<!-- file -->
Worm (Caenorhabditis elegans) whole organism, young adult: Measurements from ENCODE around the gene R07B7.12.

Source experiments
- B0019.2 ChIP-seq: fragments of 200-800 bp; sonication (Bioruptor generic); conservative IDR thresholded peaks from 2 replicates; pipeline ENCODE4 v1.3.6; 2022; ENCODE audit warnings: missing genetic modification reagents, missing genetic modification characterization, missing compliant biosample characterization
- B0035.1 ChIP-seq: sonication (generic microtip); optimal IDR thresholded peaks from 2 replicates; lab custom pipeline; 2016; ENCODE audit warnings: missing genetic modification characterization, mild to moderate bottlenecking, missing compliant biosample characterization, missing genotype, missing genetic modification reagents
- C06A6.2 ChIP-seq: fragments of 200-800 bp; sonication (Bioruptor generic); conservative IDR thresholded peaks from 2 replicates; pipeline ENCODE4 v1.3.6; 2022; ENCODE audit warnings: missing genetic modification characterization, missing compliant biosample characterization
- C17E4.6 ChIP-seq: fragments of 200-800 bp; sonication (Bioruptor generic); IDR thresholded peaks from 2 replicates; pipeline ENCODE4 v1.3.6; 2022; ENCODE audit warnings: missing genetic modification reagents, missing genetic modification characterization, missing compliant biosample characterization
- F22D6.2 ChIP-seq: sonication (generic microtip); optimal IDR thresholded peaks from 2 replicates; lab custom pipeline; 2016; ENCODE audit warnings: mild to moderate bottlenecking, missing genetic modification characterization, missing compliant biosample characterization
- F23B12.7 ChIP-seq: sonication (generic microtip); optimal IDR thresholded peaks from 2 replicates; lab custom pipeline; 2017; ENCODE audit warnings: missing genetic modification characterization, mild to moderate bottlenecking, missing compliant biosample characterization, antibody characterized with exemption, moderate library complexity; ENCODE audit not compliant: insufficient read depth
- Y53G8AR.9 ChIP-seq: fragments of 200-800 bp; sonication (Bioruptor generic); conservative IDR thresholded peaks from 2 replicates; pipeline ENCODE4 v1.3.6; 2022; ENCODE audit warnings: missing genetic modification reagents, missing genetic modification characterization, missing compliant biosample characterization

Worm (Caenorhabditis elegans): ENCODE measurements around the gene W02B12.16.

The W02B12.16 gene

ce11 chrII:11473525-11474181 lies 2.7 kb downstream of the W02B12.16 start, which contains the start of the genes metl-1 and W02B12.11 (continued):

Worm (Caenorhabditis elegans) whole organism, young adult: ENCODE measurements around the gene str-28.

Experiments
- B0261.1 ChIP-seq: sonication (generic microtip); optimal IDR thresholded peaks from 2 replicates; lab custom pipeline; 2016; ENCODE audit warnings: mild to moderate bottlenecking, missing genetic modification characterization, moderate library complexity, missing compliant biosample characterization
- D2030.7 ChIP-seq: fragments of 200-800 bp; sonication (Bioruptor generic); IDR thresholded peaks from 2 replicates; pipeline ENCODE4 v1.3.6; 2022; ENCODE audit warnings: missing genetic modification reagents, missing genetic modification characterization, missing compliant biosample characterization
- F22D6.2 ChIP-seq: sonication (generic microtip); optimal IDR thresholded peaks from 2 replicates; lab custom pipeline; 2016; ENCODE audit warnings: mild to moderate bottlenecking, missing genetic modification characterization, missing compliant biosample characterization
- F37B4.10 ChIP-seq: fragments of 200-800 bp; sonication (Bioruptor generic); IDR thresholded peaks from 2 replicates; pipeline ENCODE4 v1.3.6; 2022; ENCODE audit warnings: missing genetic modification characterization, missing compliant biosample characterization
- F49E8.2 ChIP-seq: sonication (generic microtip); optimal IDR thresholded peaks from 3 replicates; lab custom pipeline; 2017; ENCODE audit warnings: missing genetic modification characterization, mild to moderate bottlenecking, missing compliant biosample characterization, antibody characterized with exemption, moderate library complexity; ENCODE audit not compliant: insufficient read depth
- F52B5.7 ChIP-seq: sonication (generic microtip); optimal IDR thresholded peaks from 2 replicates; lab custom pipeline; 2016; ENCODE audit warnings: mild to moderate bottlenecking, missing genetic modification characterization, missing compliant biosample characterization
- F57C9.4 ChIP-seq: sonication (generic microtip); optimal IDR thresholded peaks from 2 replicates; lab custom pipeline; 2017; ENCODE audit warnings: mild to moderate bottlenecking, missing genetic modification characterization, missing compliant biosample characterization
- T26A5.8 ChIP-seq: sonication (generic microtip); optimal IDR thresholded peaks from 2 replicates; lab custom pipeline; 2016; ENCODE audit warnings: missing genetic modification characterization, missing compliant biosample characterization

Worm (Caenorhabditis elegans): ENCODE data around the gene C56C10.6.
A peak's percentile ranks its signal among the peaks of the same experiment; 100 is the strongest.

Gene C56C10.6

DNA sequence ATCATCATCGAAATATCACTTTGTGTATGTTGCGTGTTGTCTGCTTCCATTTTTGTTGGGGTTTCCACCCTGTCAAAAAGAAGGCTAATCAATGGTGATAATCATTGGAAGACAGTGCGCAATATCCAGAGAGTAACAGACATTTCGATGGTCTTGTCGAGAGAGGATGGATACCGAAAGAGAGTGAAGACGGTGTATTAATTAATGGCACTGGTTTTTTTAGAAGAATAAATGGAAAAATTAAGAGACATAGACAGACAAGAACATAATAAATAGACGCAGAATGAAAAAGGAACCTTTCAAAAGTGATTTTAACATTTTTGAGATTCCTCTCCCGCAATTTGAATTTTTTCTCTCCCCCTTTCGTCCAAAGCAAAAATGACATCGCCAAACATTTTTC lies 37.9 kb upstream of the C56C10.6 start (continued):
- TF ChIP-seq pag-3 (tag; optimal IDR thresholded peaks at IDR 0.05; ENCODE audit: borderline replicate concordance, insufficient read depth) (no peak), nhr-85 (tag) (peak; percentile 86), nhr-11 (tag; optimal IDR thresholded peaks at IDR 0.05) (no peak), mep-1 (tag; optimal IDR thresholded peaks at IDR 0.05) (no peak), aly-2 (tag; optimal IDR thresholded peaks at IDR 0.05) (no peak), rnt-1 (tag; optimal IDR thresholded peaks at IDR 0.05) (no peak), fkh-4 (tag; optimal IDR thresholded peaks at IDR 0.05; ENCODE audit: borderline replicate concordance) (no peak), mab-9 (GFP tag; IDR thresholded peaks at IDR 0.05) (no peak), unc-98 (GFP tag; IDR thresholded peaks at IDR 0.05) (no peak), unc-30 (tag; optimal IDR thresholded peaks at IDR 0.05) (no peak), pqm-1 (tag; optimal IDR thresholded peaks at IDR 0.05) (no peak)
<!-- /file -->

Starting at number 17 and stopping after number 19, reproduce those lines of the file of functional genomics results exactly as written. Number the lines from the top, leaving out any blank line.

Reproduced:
- F22D6.2 ChIP-seq: sonication (generic microtip); optimal IDR thresholded peaks from 2 replicates; lab custom pipeline; 2016; ENCODE audit warnings: mild to moderate bottlenecking, missing genetic modification characterization, missing compliant biosample characterization
- F37B4.10 ChIP-seq: fragments of 200-800 bp; sonication (Bioruptor generic); IDR thresholded peaks from 2 replicates; pipeline ENCODE4 v1.3.6; 2022; ENCODE audit warnings: missing genetic modification characterization, missing compliant biosample characterization
- F49E8.2 ChIP-seq: sonication (generic microtip); optimal IDR thresholded peaks from 3 replicates; lab custom pipeline; 2017; ENCODE audit warnings: missing genetic modification characterization, mild to moderate bottlenecking, missing compliant biosample characterization, antibody characterized with exemption, moderate library complexity; ENCODE audit not compliant: insufficient read depth